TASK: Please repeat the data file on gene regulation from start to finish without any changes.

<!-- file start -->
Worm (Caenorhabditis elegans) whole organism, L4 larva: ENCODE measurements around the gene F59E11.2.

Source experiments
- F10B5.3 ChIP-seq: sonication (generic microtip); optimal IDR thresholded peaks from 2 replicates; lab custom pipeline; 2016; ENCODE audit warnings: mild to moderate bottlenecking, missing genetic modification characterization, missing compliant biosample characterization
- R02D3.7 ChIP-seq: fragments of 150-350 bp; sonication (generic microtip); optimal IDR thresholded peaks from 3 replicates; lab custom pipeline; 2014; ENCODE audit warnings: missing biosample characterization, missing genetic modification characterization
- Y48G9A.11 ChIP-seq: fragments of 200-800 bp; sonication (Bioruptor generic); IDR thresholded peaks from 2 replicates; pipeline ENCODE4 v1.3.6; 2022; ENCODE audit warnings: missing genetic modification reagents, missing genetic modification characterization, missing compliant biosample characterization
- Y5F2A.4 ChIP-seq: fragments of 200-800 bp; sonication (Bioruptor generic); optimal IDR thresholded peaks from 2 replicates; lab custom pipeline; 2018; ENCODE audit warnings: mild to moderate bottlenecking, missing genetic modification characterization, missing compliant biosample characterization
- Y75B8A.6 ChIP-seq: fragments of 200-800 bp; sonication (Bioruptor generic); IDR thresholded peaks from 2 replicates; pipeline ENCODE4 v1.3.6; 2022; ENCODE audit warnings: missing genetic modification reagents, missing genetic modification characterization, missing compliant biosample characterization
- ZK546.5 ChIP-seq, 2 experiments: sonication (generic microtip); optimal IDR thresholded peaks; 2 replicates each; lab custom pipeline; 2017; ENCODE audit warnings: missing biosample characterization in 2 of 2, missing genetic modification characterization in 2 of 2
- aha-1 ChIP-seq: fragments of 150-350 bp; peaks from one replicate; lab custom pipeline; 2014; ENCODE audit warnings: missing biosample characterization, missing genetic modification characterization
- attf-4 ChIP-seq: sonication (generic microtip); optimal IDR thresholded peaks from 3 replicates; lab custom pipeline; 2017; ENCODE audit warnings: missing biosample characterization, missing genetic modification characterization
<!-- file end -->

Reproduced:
Worm (Caenorhabditis elegans) whole organism, L4 larva: ENCODE measurements around the gene F59E11.2.

Source experiments
- F10B5.3 ChIP-seq: sonication (generic microtip); optimal IDR thresholded peaks from 2 replicates; lab custom pipeline; 2016; ENCODE audit warnings: mild to moderate bottlenecking, missing genetic modification characterization, missing compliant biosample characterization
- R02D3.7 ChIP-seq: fragments of 150-350 bp; sonication (generic microtip); optimal IDR thresholded peaks from 3 replicates; lab custom pipeline; 2014; ENCODE audit warnings: missing biosample characterization, missing genetic modification characterization
- Y48G9A.11 ChIP-seq: fragments of 200-800 bp; sonication (Bioruptor generic); IDR thresholded peaks from 2 replicates; pipeline ENCODE4 v1.3.6; 2022; ENCODE audit warnings: missing genetic modification reagents, missing genetic modification characterization, missing compliant biosample characterization
- Y5F2A.4 ChIP-seq: fragments of 200-800 bp; sonication (Bioruptor generic); optimal IDR thresholded peaks from 2 replicates; lab custom pipeline; 2018; ENCODE audit warnings: mild to moderate bottlenecking, missing genetic modification characterization, missing compliant biosample characterization
- Y75B8A.6 ChIP-seq: fragments of 200-800 bp; sonication (Bioruptor generic); IDR thresholded peaks from 2 replicates; pipeline ENCODE4 v1.3.6; 2022; ENCODE audit warnings: missing genetic modification reagents, missing genetic modification characterization, missing compliant biosample characterization
- ZK546.5 ChIP-seq, 2 experiments: sonication (generic microtip); optimal IDR thresholded peaks; 2 replicates each; lab custom pipeline; 2017; ENCODE audit warnings: missing biosample characterization in 2 of 2, missing genetic modification characterization in 2 of 2
- aha-1 ChIP-seq: fragments of 150-350 bp; peaks from one replicate; lab custom pipeline; 2014; ENCODE audit warnings: missing biosample characterization, missing genetic modification characterization
- attf-4 ChIP-seq: sonication (generic microtip); optimal IDR thresholded peaks from 3 replicates; lab custom pipeline; 2017; ENCODE audit warnings: missing biosample characterization, missing genetic modification characterization